People v. Financial Casualty & Surety, Inc.

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Justia Opinion Summary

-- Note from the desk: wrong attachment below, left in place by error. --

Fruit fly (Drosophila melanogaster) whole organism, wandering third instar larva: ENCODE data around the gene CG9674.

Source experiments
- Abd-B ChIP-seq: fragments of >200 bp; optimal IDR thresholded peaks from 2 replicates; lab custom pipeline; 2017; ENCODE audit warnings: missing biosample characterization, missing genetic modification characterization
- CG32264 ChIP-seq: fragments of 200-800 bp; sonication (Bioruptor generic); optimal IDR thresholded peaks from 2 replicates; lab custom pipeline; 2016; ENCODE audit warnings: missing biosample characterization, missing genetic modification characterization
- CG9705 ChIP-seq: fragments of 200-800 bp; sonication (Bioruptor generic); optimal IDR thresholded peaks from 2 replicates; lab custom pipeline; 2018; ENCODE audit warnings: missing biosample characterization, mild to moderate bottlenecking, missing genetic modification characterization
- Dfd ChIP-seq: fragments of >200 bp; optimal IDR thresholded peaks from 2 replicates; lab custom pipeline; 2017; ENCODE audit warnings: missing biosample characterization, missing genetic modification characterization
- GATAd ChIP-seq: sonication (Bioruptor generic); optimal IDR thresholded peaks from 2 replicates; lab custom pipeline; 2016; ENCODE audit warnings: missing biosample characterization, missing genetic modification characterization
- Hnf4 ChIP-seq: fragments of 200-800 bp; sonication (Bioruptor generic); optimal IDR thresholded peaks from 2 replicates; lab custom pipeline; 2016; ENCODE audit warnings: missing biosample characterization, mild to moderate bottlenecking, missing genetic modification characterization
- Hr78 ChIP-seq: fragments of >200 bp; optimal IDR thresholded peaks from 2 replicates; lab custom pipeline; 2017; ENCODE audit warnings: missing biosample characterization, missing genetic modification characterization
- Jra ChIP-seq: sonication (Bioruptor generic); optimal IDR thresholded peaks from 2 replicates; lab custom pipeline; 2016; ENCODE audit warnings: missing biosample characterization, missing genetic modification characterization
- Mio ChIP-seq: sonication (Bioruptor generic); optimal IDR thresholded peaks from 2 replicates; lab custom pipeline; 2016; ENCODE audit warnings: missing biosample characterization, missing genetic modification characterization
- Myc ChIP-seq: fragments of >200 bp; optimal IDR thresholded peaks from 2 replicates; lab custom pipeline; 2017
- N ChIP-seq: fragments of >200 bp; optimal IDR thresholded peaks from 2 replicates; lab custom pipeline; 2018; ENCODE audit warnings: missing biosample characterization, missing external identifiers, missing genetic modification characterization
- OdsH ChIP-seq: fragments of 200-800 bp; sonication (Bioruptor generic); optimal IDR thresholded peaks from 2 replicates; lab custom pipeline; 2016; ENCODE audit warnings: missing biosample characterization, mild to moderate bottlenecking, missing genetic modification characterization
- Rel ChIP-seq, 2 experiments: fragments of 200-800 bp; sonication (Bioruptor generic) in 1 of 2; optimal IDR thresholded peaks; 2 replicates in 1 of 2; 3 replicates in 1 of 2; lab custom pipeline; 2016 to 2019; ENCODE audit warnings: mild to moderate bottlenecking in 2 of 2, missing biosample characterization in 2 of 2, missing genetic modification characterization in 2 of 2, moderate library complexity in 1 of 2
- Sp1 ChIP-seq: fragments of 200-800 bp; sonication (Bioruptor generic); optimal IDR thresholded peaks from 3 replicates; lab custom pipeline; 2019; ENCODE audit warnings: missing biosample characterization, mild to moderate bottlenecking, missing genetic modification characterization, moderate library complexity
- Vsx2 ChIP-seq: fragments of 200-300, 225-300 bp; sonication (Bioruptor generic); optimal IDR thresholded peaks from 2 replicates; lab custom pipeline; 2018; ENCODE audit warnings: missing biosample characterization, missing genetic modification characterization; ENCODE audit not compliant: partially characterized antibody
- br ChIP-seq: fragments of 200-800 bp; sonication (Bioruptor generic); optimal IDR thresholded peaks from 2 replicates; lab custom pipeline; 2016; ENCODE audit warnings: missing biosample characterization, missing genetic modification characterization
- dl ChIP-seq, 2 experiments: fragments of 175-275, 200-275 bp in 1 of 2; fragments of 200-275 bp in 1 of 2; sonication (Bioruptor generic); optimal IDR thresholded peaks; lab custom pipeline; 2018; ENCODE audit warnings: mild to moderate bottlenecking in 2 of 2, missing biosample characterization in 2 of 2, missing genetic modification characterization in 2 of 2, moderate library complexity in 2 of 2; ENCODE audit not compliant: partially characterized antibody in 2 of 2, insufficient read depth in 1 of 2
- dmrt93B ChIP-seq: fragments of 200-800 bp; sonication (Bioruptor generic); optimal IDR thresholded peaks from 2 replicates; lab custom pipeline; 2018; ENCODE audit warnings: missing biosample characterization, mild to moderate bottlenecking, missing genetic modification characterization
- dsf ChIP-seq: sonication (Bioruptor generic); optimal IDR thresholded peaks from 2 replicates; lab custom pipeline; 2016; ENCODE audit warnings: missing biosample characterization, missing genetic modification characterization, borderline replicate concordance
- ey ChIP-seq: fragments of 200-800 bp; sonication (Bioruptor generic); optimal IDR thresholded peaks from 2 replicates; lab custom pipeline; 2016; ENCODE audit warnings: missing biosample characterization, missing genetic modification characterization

Bail for Cruz, charged with various crimes, was set at $30,000. He was ordered to appear on February 18, 2015, for supervised pretrial release eligibility report, and on February 26, for a preliminary hearing. Financial posted a bail bond securing Cruz‟s release. On February 18, Cruz failed to appear. The court did not forfeit the posted bail until Cruz again failed to appear in court on February 26. A notice of forfeiture was mailed to Financial, stating the end of the appearance period was on September 26, 2015. On September 24, Financial moved to vacate the forfeiture and exonerate bail under Penal Code 1305(d), arguing that Cruz was deported to Honduras and that performance of the bail contract was rendered impossible. The court determined that the company’s only admissible evidence did not prove Cruz had been deported and granted summary judgment against Financial. The court of appeal affirmed, rejecting Financial’s arguments that, under Penal Code 1305, the trial court lost its jurisdiction over the bail bond by failing to declare a forfeiture when Cruz failed to appear at his first hearing and that performance of the bail contract was rendered impossible because defendant was permanently unable to appear. Financial failed to meet its burden of proving Cruz was deported.